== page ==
higs

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#11
I am aware of Popper and that theories are tested out through deduction and crucial experiments and all that, my statement that most of science is inductive is merely true on the most general level, as in, you first need to observe the regularity to make the predictions and create the the theory (which can then be tested using deduction.) but it is good of you to add precision and it is true that I am being in a sense misleadin :) I am simply saying that our knowledge of the observable world (and hence scientific endeavors in general) is born first out of induction, or observed regularity first and foremost. It’s like the fundamental reasoning method (chronologically) imo.

I say all this but I’m currently being slowly seduced by Feyerabend the sith :cat::cat:

Can’t help it, he’s like a badass Philosopher jack nicholson


Edit :

Actually if we are going to get into this Popper is outdated within philosophy of science, so most science philosophers would disagree with you ;) and science itself doesn’t function with that if you look at theoretical physics and stuff now, he’s been refuted by Justificational holism (not sure if correct title in English).

Falsificationism takes the form. T = theory; O = observation
If T then O
O does not occur
T is refuted.

But justificational holism states that T is always formulated in relation to a whole coherent web of theories adjacent to it, so actually O not occurring could be a refutation of T1, T2, T3, T4 etc... i think it’s Quine or Putnam who dealt the blow.
 

Serac

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#14
Actually if we are going to get into this Popper is outdated within philosophy of science, so most science philosophers would disagree with you ;) and science itself doesn’t function with that if you look at theoretical physics and stuff now, he’s been refuted by Justificational holism (not sure if correct title in English).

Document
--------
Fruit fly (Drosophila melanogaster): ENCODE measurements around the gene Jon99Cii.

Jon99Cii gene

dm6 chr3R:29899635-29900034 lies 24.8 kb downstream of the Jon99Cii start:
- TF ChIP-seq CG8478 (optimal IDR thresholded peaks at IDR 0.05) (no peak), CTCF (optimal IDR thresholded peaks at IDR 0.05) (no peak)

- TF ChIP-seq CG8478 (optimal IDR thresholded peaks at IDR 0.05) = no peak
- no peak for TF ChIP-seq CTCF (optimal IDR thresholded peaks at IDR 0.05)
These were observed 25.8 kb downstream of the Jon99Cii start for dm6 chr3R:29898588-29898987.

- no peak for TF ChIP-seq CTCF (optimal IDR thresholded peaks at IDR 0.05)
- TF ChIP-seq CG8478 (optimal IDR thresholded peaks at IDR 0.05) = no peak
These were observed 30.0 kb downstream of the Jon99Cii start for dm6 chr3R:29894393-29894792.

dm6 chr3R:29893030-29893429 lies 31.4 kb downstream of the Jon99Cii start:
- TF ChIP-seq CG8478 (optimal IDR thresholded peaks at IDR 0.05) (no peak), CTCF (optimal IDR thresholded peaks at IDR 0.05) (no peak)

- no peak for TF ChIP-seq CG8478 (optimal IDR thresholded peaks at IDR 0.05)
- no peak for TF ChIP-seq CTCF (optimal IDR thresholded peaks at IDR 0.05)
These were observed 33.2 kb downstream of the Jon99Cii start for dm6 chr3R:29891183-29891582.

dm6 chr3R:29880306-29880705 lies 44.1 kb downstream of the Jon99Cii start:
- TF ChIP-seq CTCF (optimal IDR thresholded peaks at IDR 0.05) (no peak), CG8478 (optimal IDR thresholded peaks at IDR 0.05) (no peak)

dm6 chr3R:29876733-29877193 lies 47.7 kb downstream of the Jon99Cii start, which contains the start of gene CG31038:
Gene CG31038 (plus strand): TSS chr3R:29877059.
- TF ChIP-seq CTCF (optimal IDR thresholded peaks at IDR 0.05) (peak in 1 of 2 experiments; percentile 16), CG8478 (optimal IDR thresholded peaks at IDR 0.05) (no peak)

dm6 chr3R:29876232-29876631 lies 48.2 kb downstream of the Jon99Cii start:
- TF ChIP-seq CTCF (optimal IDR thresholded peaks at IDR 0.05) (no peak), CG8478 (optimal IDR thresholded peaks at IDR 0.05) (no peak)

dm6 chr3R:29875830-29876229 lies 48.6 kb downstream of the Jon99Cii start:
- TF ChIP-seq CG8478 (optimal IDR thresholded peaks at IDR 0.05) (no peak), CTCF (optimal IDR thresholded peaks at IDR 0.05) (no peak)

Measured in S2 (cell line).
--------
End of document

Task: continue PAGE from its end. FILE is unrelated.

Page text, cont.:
Falsificationism takes the form. T = theory; O = observation
If T then O
O does not occur
T is refuted.

But justificational holism states that T is always formulated in relation to a whole coherent web of theories adjacent to it, so actually O not occurring could be a refutation of T1, T2, T3, T4 etc... i think it’s Quine or Putnam who dealt the blow.
Popper has been harshly criticized from all possible angles ever since he came up with falsificationsim. There is a very broad array of theories that have attempted to displace his philosophy. Almost all of them seem to be some sort of attempt at forcing induction into scientific inference, like Hempel's hypothetic-deductive model, or Kuhn, who tries to make a definition of science that allows e.g. string theory to be scientific rather than the other way around.

I agree Quine has an interesting argument. If an experiment disagrees with the theory, that might mean your theory is wrong, or it might mean your instruments are faulty, or there is some influence from an infinitude of possible variables. It is not clear how there can be a definite rule for which conclusion to choose over the other.

I am actually not sure what Popper would say to that.
 

sushi

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#15
science is testing out your theories and conjectures in real world to make sure they are true, especially regarding nature of universe and non-humans. Because pure thinking is not always right, one needs external verification.
 

Cognisant

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#16
Wow my last reply to this thread was lazy, granted by then Higs had pretty much covered the topic.

I will say now that the OP is a classic example of how a little knowledge can be misleading, it's absolutely correct to say that just because the sun was observed to rise in the past is no guarantee that it will rise tomorrow however to say it might not would be epistemological skepticism of an extreme and unreasonable nature, given the available evidence, and to predict that it will not would be charlatanry.

There are degrees of certainty and when talking about data of a statistical nature strict personal/peer discipline is required to interpret it without bias.